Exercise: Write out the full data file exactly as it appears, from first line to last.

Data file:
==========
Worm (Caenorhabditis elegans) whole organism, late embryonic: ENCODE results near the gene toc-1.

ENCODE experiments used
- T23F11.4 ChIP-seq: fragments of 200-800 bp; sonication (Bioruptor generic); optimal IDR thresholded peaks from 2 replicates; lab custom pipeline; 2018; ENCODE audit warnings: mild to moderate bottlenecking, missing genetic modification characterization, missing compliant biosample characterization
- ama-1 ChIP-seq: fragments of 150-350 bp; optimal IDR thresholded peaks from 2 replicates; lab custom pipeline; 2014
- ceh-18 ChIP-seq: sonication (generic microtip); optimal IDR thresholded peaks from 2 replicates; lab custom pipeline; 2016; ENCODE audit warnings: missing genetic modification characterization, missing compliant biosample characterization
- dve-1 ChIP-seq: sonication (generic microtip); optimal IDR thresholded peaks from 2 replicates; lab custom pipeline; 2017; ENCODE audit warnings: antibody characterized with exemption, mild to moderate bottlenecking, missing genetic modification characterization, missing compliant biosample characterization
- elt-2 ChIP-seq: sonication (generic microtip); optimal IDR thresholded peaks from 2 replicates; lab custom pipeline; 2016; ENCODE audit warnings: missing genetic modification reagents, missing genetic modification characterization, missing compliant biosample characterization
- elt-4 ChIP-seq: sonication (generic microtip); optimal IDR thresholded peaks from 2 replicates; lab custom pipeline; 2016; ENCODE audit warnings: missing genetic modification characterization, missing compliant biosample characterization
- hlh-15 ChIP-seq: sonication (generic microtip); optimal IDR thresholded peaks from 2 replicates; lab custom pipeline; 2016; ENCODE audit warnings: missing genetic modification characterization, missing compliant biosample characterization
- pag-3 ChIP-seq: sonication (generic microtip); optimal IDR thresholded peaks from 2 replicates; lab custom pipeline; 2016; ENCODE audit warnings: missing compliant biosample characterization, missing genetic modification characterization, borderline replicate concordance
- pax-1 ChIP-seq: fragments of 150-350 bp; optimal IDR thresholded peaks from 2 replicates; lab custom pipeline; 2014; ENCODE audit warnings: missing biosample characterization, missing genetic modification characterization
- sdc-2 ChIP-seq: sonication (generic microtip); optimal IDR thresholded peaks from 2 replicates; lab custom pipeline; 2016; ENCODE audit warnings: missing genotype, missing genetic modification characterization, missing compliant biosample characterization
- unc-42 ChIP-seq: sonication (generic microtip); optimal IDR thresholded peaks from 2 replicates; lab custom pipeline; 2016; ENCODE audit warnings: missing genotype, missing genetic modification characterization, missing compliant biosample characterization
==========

Worm (Caenorhabditis elegans) whole organism, late embryonic: ENCODE results near the gene toc-1.

ENCODE experiments used
- T23F11.4 ChIP-seq: fragments of 200-800 bp; sonication (Bioruptor generic); optimal IDR thresholded peaks from 2 replicates; lab custom pipeline; 2018; ENCODE audit warnings: mild to moderate bottlenecking, missing genetic modification characterization, missing compliant biosample characterization
- ama-1 ChIP-seq: fragments of 150-350 bp; optimal IDR thresholded peaks from 2 replicates; lab custom pipeline; 2014
- ceh-18 ChIP-seq: sonication (generic microtip); optimal IDR thresholded peaks from 2 replicates; lab custom pipeline; 2016; ENCODE audit warnings: missing genetic modification characterization, missing compliant biosample characterization
- dve-1 ChIP-seq: sonication (generic microtip); optimal IDR thresholded peaks from 2 replicates; lab custom pipeline; 2017; ENCODE audit warnings: antibody characterized with exemption, mild to moderate bottlenecking, missing genetic modification characterization, missing compliant biosample characterization
- elt-2 ChIP-seq: sonication (generic microtip); optimal IDR thresholded peaks from 2 replicates; lab custom pipeline; 2016; ENCODE audit warnings: missing genetic modification reagents, missing genetic modification characterization, missing compliant biosample characterization
- elt-4 ChIP-seq: sonication (generic microtip); optimal IDR thresholded peaks from 2 replicates; lab custom pipeline; 2016; ENCODE audit warnings: missing genetic modification characterization, missing compliant biosample characterization
- hlh-15 ChIP-seq: sonication (generic microtip); optimal IDR thresholded peaks from 2 replicates; lab custom pipeline; 2016; ENCODE audit warnings: missing genetic modification characterization, missing compliant biosample characterization
- pag-3 ChIP-seq: sonication (generic microtip); optimal IDR thresholded peaks from 2 replicates; lab custom pipeline; 2016; ENCODE audit warnings: missing compliant biosample characterization, missing genetic modification characterization, borderline replicate concordance
- pax-1 ChIP-seq: fragments of 150-350 bp; optimal IDR thresholded peaks from 2 replicates; lab custom pipeline; 2014; ENCODE audit warnings: missing biosample characterization, missing genetic modification characterization
- sdc-2 ChIP-seq: sonication (generic microtip); optimal IDR thresholded peaks from 2 replicates; lab custom pipeline; 2016; ENCODE audit warnings: missing genotype, missing genetic modification characterization, missing compliant biosample characterization
- unc-42 ChIP-seq: sonication (generic microtip); optimal IDR thresholded peaks from 2 replicates; lab custom pipeline; 2016; ENCODE audit warnings: missing genotype, missing genetic modification characterization, missing compliant biosample characterization